Misdemeanor Justice: Statutory Guidance for Sentencing

7/16/2019

More than 13 million misdemeanor cases are filed in the U.S. each year, according to a recent estimate. Even though penalties for misdemeanors are generally not as severe as those for felonies, the collateral consequences associated with misdemeanor convictions can be just as disruptive, significantly impacting the lives of individuals who are charged.

Courts have broad discretion to determine what sanction to impose for a misdemeanor conviction. Common penalties ordered by courts include no penalty, time served, a fine with no incarceration, a sentence to probation, incarceration with no fine or a combination of incarceration and a fine.  However, many legislatures have decided to provide courts with more direction on the sentencing decision under certain circumstances.

possible penalties chart

Typically, only maximum penalties are included in statute. This means that, in practice, the sentences imposed are based on decisions made by the sentencing judge and are not based on explicit statutory specifications. But, as listed below, circumstances exist where legislatures have put in place more specific guidance.

Additional information regarding trends in misdemeanor sentencing, along with a 50-state analysis of the maximum penalties for misdemeanor offenses is available here.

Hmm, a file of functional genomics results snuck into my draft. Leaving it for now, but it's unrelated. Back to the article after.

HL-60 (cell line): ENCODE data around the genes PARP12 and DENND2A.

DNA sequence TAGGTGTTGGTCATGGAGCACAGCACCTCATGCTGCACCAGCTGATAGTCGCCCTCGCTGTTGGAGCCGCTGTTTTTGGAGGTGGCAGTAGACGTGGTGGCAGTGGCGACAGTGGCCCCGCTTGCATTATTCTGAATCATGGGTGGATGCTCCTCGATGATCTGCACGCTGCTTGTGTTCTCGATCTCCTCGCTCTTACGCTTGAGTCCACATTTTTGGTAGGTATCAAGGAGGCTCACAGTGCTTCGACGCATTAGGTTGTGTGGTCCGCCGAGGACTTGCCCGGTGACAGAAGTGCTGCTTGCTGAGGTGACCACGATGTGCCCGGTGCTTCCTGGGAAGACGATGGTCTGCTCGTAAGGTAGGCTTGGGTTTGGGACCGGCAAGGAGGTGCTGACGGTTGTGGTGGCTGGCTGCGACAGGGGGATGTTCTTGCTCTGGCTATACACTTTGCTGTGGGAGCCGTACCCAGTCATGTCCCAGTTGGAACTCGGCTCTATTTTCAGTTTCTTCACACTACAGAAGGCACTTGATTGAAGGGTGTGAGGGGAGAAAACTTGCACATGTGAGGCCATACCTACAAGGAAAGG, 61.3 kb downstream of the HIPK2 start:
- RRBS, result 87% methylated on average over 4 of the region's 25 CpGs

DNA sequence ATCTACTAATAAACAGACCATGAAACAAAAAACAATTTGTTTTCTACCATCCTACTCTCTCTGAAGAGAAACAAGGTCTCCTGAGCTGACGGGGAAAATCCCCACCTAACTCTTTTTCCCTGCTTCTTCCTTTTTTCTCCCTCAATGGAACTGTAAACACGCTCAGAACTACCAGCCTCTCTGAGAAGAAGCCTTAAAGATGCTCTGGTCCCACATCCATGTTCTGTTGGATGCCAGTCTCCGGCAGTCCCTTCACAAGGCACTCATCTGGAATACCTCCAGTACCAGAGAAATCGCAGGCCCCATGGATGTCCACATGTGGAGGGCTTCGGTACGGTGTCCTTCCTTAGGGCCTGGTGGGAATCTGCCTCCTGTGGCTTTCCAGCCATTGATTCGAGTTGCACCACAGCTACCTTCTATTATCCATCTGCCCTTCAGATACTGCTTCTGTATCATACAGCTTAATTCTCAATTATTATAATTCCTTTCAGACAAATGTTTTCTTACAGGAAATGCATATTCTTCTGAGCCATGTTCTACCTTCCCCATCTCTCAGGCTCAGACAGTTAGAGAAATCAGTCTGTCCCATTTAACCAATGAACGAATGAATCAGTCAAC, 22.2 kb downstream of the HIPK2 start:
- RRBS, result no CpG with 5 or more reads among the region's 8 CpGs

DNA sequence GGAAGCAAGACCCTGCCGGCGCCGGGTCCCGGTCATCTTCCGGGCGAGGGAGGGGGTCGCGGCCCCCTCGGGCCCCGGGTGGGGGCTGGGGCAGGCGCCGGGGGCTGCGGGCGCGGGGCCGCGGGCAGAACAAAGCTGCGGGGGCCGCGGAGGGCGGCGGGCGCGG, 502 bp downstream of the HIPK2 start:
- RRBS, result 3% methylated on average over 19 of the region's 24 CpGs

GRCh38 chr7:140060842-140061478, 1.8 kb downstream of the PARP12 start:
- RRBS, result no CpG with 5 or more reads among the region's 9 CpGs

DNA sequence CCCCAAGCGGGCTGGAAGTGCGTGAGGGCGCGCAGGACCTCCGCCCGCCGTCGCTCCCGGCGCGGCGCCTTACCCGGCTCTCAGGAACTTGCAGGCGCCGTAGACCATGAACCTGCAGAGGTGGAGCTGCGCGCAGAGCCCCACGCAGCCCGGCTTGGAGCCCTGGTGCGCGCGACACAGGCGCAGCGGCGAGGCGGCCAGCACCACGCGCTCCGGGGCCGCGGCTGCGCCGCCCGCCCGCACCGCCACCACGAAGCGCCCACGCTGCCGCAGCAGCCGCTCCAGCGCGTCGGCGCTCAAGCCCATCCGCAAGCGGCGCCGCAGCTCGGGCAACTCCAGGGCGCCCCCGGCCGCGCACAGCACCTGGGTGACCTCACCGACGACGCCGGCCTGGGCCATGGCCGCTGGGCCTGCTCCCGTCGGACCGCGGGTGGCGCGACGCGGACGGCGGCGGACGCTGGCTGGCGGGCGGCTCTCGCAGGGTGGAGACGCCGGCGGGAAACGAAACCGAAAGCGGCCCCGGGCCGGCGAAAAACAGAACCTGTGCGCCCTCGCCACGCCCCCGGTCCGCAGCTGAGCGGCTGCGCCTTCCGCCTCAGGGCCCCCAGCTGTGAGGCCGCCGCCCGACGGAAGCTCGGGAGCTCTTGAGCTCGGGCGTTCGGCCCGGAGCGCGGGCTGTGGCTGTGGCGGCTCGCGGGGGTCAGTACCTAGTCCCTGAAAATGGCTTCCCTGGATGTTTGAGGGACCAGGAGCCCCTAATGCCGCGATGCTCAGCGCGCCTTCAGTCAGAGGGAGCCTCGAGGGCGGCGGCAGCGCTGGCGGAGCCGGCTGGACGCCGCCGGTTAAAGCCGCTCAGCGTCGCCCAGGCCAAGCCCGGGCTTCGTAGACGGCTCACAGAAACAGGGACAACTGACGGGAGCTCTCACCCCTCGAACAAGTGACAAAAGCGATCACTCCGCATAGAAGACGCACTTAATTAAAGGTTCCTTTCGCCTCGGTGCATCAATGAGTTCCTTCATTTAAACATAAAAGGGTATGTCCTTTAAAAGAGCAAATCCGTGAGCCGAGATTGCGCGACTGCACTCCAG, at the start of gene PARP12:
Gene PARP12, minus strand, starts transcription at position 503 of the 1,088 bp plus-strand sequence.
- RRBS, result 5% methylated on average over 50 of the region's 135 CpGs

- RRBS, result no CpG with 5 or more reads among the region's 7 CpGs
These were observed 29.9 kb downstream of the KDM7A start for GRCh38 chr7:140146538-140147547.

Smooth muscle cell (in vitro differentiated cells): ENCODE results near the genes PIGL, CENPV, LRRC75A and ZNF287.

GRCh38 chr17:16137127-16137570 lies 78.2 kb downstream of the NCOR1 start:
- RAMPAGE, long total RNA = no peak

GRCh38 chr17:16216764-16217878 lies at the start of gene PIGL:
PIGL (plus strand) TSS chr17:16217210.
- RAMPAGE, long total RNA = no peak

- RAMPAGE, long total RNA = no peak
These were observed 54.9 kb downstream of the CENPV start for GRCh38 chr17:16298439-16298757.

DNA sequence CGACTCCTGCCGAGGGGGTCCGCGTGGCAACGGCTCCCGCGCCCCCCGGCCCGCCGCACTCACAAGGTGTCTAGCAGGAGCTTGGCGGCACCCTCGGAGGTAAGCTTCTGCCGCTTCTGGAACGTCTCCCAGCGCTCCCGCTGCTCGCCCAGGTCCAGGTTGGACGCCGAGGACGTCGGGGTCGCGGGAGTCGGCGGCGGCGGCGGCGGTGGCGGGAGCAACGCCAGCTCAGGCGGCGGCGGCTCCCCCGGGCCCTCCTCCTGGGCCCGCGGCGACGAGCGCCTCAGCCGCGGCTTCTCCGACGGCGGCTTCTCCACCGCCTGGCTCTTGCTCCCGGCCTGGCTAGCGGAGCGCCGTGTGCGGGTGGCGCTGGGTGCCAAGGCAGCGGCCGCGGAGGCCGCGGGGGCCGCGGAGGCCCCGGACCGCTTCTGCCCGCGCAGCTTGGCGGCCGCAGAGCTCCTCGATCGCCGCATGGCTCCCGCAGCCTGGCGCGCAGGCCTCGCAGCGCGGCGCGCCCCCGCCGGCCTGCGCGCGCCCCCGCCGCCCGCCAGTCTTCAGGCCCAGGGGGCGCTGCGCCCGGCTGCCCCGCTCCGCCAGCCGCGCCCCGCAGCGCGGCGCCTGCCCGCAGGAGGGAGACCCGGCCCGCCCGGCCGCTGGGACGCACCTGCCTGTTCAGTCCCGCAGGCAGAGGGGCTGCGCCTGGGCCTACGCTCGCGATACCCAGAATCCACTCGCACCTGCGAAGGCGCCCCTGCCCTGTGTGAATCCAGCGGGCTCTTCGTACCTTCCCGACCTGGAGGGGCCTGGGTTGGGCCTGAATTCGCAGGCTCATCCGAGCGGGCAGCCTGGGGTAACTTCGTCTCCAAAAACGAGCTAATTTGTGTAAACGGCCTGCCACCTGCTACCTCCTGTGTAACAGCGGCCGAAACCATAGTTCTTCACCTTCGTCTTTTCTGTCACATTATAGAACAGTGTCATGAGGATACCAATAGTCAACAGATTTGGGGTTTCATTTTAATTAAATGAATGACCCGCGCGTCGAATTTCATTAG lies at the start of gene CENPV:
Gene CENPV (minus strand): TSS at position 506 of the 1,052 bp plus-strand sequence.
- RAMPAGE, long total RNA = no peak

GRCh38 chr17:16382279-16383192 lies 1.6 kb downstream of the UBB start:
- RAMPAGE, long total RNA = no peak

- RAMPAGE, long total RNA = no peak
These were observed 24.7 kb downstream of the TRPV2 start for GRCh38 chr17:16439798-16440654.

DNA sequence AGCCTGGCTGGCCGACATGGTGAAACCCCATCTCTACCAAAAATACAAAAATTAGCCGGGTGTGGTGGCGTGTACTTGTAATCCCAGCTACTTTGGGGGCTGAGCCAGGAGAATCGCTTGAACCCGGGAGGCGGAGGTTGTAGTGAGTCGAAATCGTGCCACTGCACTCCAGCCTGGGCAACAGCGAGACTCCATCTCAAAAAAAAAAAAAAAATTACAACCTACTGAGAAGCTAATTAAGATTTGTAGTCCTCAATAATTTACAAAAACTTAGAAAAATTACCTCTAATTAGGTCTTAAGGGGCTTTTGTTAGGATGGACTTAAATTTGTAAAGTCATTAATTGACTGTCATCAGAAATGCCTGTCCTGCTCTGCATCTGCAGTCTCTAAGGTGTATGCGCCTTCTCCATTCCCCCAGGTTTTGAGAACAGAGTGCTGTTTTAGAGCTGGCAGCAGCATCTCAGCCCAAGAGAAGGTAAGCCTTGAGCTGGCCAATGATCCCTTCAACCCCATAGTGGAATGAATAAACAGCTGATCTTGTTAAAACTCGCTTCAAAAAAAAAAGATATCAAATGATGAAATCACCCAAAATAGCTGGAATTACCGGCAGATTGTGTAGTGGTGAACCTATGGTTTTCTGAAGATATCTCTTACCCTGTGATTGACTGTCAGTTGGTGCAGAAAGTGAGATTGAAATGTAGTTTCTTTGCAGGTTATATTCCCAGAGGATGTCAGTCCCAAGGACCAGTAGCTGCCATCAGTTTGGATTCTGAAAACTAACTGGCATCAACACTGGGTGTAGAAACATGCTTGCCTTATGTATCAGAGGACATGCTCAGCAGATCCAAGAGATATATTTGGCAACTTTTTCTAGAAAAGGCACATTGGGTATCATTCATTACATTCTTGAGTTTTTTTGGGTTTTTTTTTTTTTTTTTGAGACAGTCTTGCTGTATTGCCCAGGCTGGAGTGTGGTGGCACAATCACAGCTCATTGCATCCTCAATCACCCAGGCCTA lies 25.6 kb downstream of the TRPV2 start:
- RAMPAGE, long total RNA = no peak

Fine Only Misdemeanors

In a handful of states, some misdemeanor offenses can only be penalized with a fine. In Nebraska, the legislature has created two classes of misdemeanors that do not allow for incarceration, instead specifying only a maximum fine amount. Similarly, in New Hampshire, a class B misdemeanor cannot be punished by incarceration or probation.

Other states with misdemeanor classes that prohibit incarceration include Minnesota, Ohio, Texas and Virginia. In Minnesota, incarceration is not an allowable sanction in the category of offense called a petty misdemeanor. Given that the possible penalty includes only a fine, the state considers it quasi-criminal. Crimes punishable as petty misdemeanors do not include a right to a jury trial or representation by a public defender, but guilt must be proven beyond a reasonable doubt.

States with fine-only misdemeanor classes
State Statutory Citation Misdemeanor Class Maximum Fine Examples of Offenses

Minnesota

§§ 609.02; 169.89

Petty

$300

Most traffic violations

Nebraska

 

§ 28-106; 28-1009; 53-173; 71-5733

 

Class IV

$500

Harassment of a police animal, second offense powdered alcohol possession

Class V

$100 Smoking violation

New Hampshire

§§ 625:9; 651:2; 644:2-b; 638:1

Class B

$1,200

Funeral protests, most forgery offenses

Ohio*

§ 2929.24; 2929.28; 2917.11; 4511.20

Minor

$150

Disorderly conduct, reckless driving

Texas

Penal Code §§ 12.23; 28.07; 37.081

Class C

$500

Railroad property trespass, false report for missing child or adult

Virginia

 

§§ 18.2-11; 18.2-414.2; 18.2-102.1; 18.2-160.2; 18.2-388

 

Class 3

$500

Crossing police lines, shopping cart removal

Class 4

$250 Public transportation trespass, public intoxication